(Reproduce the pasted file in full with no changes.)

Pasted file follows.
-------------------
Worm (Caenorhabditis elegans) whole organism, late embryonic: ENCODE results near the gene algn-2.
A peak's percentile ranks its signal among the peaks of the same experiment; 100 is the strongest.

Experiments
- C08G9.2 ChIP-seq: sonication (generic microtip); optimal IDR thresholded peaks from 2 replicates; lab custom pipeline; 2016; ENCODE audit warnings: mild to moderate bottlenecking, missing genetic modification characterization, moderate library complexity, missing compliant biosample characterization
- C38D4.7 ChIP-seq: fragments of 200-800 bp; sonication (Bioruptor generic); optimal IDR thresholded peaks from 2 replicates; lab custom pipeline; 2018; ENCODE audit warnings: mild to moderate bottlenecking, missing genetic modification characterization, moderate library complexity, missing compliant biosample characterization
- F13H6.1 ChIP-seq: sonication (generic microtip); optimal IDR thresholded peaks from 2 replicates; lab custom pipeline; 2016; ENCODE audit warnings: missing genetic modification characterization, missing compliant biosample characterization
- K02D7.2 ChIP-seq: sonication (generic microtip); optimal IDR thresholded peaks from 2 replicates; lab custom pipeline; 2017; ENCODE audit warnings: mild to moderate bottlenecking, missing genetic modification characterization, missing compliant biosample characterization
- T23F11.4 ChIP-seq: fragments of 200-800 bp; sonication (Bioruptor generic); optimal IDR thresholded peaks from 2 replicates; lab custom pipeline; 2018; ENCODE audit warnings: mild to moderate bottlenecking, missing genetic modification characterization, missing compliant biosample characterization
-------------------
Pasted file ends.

Worm (Caenorhabditis elegans) whole organism, late embryonic: ENCODE results near the gene algn-2.
A peak's percentile ranks its signal among the peaks of the same experiment; 100 is the strongest.

Experiments
- C08G9.2 ChIP-seq: sonication (generic microtip); optimal IDR thresholded peaks from 2 replicates; lab custom pipeline; 2016; ENCODE audit warnings: mild to moderate bottlenecking, missing genetic modification characterization, moderate library complexity, missing compliant biosample characterization
- C38D4.7 ChIP-seq: fragments of 200-800 bp; sonication (Bioruptor generic); optimal IDR thresholded peaks from 2 replicates; lab custom pipeline; 2018; ENCODE audit warnings: mild to moderate bottlenecking, missing genetic modification characterization, moderate library complexity, missing compliant biosample characterization
- F13H6.1 ChIP-seq: sonication (generic microtip); optimal IDR thresholded peaks from 2 replicates; lab custom pipeline; 2016; ENCODE audit warnings: missing genetic modification characterization, missing compliant biosample characterization
- K02D7.2 ChIP-seq: sonication (generic microtip); optimal IDR thresholded peaks from 2 replicates; lab custom pipeline; 2017; ENCODE audit warnings: mild to moderate bottlenecking, missing genetic modification characterization, missing compliant biosample characterization
- T23F11.4 ChIP-seq: fragments of 200-800 bp; sonication (Bioruptor generic); optimal IDR thresholded peaks from 2 replicates; lab custom pipeline; 2018; ENCODE audit warnings: mild to moderate bottlenecking, missing genetic modification characterization, missing compliant biosample characterization